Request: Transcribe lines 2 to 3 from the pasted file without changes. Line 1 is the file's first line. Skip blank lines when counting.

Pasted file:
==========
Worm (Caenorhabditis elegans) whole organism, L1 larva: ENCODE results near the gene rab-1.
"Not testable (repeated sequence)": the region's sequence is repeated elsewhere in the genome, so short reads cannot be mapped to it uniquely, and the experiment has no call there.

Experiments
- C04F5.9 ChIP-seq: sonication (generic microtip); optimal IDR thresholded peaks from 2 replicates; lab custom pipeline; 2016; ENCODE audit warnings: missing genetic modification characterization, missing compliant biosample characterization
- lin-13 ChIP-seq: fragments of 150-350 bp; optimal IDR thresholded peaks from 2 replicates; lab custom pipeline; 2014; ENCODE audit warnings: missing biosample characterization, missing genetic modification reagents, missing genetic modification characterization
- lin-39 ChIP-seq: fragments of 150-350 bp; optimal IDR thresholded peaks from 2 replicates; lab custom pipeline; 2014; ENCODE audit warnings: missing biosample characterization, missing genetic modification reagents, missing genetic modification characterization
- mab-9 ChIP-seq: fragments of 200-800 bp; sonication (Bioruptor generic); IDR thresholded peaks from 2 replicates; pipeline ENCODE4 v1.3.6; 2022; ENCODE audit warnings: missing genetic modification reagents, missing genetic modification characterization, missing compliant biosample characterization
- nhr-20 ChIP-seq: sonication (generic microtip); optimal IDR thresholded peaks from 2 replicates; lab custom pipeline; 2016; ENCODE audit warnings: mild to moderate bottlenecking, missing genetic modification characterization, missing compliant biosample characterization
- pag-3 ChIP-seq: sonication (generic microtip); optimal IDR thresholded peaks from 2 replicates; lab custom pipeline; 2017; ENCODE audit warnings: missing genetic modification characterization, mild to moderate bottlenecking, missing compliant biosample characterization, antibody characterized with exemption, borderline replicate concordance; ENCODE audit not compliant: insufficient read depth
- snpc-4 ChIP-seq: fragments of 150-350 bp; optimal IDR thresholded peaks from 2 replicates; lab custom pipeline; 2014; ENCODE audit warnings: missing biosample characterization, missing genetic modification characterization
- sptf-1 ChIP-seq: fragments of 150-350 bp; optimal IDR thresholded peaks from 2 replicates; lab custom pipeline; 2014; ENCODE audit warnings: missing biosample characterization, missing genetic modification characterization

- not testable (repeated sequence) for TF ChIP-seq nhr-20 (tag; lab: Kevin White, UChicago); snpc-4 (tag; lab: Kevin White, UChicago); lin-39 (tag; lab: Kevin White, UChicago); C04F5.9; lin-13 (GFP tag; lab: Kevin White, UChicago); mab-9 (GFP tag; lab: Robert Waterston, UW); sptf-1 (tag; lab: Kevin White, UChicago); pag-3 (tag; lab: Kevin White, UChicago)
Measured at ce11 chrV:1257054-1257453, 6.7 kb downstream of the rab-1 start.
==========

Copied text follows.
"Not testable (repeated sequence)": the region's sequence is repeated elsewhere in the genome, so short reads cannot be mapped to it uniquely, and the experiment has no call there.

Experiments